Update on the trip dilemma

September 17, 2021

Several weeks ago, I wrote about my Covid-related anxieties about attending an event for someone very close to me. I so appreciated all of your helpful feedback, and wanted to give you a quick update.

I spoke with so many friends and family. I spoke with my therapist. And you know what eventually helped me make up my mind? It was the comments on my previous post. Hearing from folks with chronic illnesses who are also extra nervous about Covid was so different from the many other conversations I’d had. And finally, I knew what I was going to do: I went to the event.

I was very nervous about it beforehand. I was nervous on the way there. I was nervous throughout the event. I kept my mask on. I only took it off twice to drink some water. I kept my distance from folks. I wanted to dance, but didn’t (which was better for my knees, but even with the knee pain, I would have gladly danced if not for Covid fears.) Of course people were talking loudly over the music, and I kept trying to keep my distance, which only made folks speak even louder. When everyone ate, a couple friends and I stood outside of the tent, away from everyone else. I felt bad. We were at the hosts’ table – an honor – and I wanted to spend time with them, but I just didn’t feel comfortable. The whole thing was stressful, but I’m also glad that I went. At the end, I briefly hugged my friend and her daughter. And it felt amazing.

Ideally, once I left then I would have felt 100% fine, but I have to admit that a tiny part of me was still nervous. I was definitely glad when a week passed without news of any problems. And then I forgot about it for a while. At one point I happened to realize it had been more than 2 weeks since the event and I breathed a sigh of relief. Everyone was ok.

Thank you so much to everyone who helped me make this difficult decision. I’m glad I went, and I’m glad it’s over. I wish I could relax at a party with friends, but I’m just not there yet. Meanwhile, another friend is planning the same type of event for next year and none of us an even begin to imagine what things will be like that far out. I only hope it’s easier to make these decisions.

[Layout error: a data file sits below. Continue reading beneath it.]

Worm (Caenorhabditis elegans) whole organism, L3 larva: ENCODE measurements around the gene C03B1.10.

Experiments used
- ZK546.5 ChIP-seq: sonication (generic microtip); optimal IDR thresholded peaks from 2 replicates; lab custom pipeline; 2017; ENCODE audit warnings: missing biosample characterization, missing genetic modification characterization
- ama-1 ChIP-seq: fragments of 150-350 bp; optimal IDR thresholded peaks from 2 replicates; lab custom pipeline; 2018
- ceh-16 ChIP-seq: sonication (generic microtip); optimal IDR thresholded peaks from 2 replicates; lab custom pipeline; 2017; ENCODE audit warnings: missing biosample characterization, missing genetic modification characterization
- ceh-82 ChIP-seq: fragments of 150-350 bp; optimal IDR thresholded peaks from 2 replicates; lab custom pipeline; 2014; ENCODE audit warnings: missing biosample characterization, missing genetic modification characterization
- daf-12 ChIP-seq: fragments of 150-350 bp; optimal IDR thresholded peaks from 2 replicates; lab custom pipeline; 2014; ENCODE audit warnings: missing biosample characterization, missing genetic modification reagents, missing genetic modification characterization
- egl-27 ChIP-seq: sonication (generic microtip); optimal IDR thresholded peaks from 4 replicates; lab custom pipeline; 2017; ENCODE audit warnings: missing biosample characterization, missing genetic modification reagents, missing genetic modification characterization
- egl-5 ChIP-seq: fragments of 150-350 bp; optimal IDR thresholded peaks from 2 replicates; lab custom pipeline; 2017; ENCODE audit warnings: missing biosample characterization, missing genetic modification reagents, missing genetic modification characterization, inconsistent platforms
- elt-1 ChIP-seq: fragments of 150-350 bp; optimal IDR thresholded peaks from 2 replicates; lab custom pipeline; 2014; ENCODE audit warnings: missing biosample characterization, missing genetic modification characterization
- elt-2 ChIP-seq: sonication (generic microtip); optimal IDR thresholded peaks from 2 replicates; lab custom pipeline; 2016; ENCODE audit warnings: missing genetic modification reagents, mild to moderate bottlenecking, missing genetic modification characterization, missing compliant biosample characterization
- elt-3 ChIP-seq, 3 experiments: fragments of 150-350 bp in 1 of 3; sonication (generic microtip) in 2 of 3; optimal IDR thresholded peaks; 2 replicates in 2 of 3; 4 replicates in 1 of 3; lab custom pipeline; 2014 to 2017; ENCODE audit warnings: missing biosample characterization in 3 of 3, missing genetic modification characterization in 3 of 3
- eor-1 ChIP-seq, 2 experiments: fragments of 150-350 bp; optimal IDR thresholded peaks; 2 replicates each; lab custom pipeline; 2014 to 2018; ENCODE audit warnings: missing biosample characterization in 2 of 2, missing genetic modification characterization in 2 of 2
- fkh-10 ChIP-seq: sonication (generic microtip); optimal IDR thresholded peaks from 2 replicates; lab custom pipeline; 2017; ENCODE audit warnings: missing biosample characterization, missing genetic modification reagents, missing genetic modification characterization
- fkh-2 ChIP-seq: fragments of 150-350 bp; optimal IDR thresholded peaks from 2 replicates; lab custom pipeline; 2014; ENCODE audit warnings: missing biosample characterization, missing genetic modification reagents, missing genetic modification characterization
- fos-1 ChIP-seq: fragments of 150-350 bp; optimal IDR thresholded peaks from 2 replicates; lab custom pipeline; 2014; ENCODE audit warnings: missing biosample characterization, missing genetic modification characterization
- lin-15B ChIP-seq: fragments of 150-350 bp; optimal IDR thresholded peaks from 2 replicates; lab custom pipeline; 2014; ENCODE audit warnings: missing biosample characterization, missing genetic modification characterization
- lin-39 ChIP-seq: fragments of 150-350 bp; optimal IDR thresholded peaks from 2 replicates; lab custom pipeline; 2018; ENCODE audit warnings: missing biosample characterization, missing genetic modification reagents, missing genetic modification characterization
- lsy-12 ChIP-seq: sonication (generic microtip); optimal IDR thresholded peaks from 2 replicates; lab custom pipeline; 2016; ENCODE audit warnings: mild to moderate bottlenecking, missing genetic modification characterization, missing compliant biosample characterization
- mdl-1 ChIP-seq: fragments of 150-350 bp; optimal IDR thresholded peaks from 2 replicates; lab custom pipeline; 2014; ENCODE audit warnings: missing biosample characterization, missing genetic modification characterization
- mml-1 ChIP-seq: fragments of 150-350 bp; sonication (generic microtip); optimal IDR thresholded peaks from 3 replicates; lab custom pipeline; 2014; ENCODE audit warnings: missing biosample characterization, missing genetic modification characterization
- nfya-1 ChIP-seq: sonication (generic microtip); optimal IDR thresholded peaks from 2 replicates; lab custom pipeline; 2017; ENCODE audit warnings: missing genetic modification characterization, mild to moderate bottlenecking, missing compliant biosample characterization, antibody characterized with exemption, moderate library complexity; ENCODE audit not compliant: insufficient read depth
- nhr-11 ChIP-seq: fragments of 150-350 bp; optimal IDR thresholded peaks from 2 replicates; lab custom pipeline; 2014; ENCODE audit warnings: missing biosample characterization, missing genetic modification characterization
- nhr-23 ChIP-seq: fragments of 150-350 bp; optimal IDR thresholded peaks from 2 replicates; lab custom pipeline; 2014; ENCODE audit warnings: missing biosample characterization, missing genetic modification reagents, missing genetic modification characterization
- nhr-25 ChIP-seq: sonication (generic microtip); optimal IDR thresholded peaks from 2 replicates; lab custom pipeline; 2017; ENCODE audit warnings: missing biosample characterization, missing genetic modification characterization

Losing the best doctor

September 1, 2021

I just had a long talk with my fabulous primary care physician. The talk about my health issues went fine, but when we talked about his upcoming retirement, I cried. I’m pretty certain I have never before cried when I lost a doctor. I have felt upset. I’ve been nervous. I have simply not cared. But this is different.

Not only is Dr. P my PCP, but he prescribes my thyroid and adrenal medications. Both are medications that are rarely prescribed. (Hypothyroidism is commonly treated, but not with this particular medication.) Yes, other doctors do this, but they are few and far between. Plus, many doctors treat one condition or the other, but I need someone who does both, because of the way the two impact each other. And Too many doctors provide these treatments without fully knowing what they’re talking about. But Dr. P knows.

It’s more than that, though. Yes, he’s smart and he’s up-to-date on the research. But he also knows when to pay attention to patient outcomes more than to research. He is smart, caring, and, unlike so many other doctors I have seen, not condescending or patronizing. He does not put his ego first. Today he explained a course of action he wants to take to address some symptoms I have had recently, and he explained WHY. He took time to answer my questions. When I asked why we would do X test and not Y test, he thought about it, admitted that Y could make sense, thought some more, and then said that he’d still prefer X and told me why. I agreed completely, because his reason makes sense.

In order to do the test I need to go off of my adrenal medication, which makes me very nervous. He preempted many of my concerns by saying that he doesn’t want me to feel ill, and that if I have minor symptoms like a, b, and c then I should stick it out until after the test, but if I have worse symptoms like d, e, and f, then he doesn’t want me to feel that bad and I should go back up on the medication and there are other things we can do. He outlined the courses of action we might take if the test is negative (uh oh) and other options if it’s positive (which is what we’re hoping for.) So many doctors would have just ordered the test and sent me out the door, but Dr. P really took the time and effort to address my concerns and make sure I was comfortable.